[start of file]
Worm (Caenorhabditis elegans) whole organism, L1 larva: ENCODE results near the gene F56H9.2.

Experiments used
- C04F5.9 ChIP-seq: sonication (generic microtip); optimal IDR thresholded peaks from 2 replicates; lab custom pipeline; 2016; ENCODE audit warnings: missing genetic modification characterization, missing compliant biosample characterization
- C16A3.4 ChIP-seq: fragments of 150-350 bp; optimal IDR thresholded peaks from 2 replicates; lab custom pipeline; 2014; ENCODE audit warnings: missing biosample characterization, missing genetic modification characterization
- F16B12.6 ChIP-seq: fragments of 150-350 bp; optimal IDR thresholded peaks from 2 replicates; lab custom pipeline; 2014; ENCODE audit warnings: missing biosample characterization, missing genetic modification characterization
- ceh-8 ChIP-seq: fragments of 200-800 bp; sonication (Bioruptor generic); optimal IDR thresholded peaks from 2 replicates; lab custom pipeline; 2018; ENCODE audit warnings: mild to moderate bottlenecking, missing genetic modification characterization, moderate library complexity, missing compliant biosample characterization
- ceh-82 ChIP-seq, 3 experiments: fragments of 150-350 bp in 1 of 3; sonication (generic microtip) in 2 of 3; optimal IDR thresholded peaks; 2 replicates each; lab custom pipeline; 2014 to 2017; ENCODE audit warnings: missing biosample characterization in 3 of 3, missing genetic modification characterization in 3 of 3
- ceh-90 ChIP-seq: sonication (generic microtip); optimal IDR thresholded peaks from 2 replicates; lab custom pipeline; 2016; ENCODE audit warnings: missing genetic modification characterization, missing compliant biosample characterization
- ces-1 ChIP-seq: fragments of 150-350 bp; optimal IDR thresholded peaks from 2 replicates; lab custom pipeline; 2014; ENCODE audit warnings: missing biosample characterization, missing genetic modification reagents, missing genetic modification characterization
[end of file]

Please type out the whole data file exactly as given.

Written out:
Worm (Caenorhabditis elegans) whole organism, L1 larva: ENCODE results near the gene F56H9.2.

Experiments used
- C04F5.9 ChIP-seq: sonication (generic microtip); optimal IDR thresholded peaks from 2 replicates; lab custom pipeline; 2016; ENCODE audit warnings: missing genetic modification characterization, missing compliant biosample characterization
- C16A3.4 ChIP-seq: fragments of 150-350 bp; optimal IDR thresholded peaks from 2 replicates; lab custom pipeline; 2014; ENCODE audit warnings: missing biosample characterization, missing genetic modification characterization
- F16B12.6 ChIP-seq: fragments of 150-350 bp; optimal IDR thresholded peaks from 2 replicates; lab custom pipeline; 2014; ENCODE audit warnings: missing biosample characterization, missing genetic modification characterization
- ceh-8 ChIP-seq: fragments of 200-800 bp; sonication (Bioruptor generic); optimal IDR thresholded peaks from 2 replicates; lab custom pipeline; 2018; ENCODE audit warnings: mild to moderate bottlenecking, missing genetic modification characterization, moderate library complexity, missing compliant biosample characterization
- ceh-82 ChIP-seq, 3 experiments: fragments of 150-350 bp in 1 of 3; sonication (generic microtip) in 2 of 3; optimal IDR thresholded peaks; 2 replicates each; lab custom pipeline; 2014 to 2017; ENCODE audit warnings: missing biosample characterization in 3 of 3, missing genetic modification characterization in 3 of 3
- ceh-90 ChIP-seq: sonication (generic microtip); optimal IDR thresholded peaks from 2 replicates; lab custom pipeline; 2016; ENCODE audit warnings: missing genetic modification characterization, missing compliant biosample characterization
- ces-1 ChIP-seq: fragments of 150-350 bp; optimal IDR thresholded peaks from 2 replicates; lab custom pipeline; 2014; ENCODE audit warnings: missing biosample characterization, missing genetic modification reagents, missing genetic modification characterization